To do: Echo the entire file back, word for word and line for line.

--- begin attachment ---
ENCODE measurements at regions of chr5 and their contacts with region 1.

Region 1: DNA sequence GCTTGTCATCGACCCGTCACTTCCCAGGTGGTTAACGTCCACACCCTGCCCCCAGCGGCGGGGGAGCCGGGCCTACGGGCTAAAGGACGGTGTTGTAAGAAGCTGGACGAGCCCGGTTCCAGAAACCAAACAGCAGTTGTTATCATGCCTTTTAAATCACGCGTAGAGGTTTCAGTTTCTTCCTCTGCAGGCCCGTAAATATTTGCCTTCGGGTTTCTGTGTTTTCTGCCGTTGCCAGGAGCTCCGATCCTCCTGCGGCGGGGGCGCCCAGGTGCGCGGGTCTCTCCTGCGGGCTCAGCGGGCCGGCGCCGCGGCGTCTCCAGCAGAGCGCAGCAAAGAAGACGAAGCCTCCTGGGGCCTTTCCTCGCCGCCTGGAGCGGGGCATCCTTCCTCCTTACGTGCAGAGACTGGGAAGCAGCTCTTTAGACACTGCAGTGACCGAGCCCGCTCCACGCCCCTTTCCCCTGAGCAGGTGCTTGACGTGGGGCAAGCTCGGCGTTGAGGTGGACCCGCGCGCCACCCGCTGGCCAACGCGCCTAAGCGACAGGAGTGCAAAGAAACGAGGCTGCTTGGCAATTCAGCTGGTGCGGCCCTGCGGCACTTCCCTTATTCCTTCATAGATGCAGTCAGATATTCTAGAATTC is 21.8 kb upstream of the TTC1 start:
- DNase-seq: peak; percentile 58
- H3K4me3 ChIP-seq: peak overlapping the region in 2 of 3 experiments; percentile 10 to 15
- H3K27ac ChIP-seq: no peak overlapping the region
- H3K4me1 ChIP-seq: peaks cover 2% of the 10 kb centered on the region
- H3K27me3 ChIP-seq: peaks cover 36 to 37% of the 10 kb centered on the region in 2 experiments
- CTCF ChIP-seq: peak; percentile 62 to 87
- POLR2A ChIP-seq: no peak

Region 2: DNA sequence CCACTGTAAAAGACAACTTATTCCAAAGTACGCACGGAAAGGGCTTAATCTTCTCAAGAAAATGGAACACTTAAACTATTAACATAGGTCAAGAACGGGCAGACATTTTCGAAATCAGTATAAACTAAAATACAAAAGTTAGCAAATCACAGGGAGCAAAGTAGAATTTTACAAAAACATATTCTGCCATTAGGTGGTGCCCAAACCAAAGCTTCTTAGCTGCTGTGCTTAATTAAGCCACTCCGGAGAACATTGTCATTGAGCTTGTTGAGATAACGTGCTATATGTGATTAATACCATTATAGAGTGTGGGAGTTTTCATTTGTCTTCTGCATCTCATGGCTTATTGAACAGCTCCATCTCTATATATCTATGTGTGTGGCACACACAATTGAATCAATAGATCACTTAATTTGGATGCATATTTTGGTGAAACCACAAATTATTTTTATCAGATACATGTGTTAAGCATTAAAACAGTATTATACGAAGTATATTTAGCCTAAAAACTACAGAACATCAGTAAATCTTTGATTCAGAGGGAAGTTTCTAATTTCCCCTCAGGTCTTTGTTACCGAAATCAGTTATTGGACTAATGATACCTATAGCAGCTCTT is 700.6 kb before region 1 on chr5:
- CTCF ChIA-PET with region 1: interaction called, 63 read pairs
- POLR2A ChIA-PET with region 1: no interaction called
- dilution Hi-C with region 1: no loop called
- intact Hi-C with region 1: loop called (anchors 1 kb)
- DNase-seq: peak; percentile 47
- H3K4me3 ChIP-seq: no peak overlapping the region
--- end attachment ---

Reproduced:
ENCODE measurements at regions of chr5 and their contacts with region 1.

Region 1: DNA sequence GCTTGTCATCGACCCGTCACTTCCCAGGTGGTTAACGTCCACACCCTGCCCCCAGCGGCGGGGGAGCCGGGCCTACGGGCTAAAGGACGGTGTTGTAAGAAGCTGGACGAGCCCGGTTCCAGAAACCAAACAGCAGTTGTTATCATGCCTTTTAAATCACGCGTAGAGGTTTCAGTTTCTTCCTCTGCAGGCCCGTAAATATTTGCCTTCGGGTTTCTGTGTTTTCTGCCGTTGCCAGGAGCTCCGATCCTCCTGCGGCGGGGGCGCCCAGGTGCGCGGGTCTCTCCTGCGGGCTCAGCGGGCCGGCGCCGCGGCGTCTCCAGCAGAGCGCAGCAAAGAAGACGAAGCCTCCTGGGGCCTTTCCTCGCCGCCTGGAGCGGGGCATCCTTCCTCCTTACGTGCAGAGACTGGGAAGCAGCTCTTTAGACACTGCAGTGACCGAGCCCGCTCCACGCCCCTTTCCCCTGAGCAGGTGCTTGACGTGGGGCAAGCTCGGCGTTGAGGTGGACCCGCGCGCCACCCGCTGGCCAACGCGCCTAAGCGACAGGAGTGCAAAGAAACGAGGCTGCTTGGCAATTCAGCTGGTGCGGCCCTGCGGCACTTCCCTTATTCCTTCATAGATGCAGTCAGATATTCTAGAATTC is 21.8 kb upstream of the TTC1 start:
- DNase-seq: peak; percentile 58
- H3K4me3 ChIP-seq: peak overlapping the region in 2 of 3 experiments; percentile 10 to 15
- H3K27ac ChIP-seq: no peak overlapping the region
- H3K4me1 ChIP-seq: peaks cover 2% of the 10 kb centered on the region
- H3K27me3 ChIP-seq: peaks cover 36 to 37% of the 10 kb centered on the region in 2 experiments
- CTCF ChIP-seq: peak; percentile 62 to 87
- POLR2A ChIP-seq: no peak

Region 2: DNA sequence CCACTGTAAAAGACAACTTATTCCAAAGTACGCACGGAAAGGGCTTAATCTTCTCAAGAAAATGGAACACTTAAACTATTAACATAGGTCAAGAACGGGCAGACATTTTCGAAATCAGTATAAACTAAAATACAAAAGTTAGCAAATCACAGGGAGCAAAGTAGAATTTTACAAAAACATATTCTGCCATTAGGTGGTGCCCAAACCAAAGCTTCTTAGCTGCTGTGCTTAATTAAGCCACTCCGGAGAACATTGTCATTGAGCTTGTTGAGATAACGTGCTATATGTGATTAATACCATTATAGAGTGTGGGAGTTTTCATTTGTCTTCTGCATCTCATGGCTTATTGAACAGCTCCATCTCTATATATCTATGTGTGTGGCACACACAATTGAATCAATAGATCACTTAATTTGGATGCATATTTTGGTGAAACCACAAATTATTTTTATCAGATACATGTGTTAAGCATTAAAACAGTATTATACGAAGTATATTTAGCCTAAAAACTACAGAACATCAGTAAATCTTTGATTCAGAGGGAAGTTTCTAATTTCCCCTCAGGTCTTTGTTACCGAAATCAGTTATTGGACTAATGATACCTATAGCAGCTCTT is 700.6 kb before region 1 on chr5:
- CTCF ChIA-PET with region 1: interaction called, 63 read pairs
- POLR2A ChIA-PET with region 1: no interaction called
- dilution Hi-C with region 1: no loop called
- intact Hi-C with region 1: loop called (anchors 1 kb)
- DNase-seq: peak; percentile 47
- H3K4me3 ChIP-seq: no peak overlapping the region